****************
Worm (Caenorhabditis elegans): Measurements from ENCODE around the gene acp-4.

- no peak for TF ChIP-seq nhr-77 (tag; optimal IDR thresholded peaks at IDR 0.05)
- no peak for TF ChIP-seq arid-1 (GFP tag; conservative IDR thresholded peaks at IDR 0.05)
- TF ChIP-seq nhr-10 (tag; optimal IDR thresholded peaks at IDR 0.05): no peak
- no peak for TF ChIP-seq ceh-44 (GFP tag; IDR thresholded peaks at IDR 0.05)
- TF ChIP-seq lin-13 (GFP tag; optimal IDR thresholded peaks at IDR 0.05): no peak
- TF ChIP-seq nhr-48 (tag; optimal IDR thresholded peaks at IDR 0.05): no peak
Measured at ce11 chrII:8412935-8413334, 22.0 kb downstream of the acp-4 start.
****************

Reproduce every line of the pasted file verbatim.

Worm (Caenorhabditis elegans): Measurements from ENCODE around the gene acp-4.

- no peak for TF ChIP-seq nhr-77 (tag; optimal IDR thresholded peaks at IDR 0.05)
- no peak for TF ChIP-seq arid-1 (GFP tag; conservative IDR thresholded peaks at IDR 0.05)
- TF ChIP-seq nhr-10 (tag; optimal IDR thresholded peaks at IDR 0.05): no peak
- no peak for TF ChIP-seq ceh-44 (GFP tag; IDR thresholded peaks at IDR 0.05)
- TF ChIP-seq lin-13 (GFP tag; optimal IDR thresholded peaks at IDR 0.05): no peak
- TF ChIP-seq nhr-48 (tag; optimal IDR thresholded peaks at IDR 0.05): no peak
Measured at ce11 chrII:8412935-8413334, 22.0 kb downstream of the acp-4 start.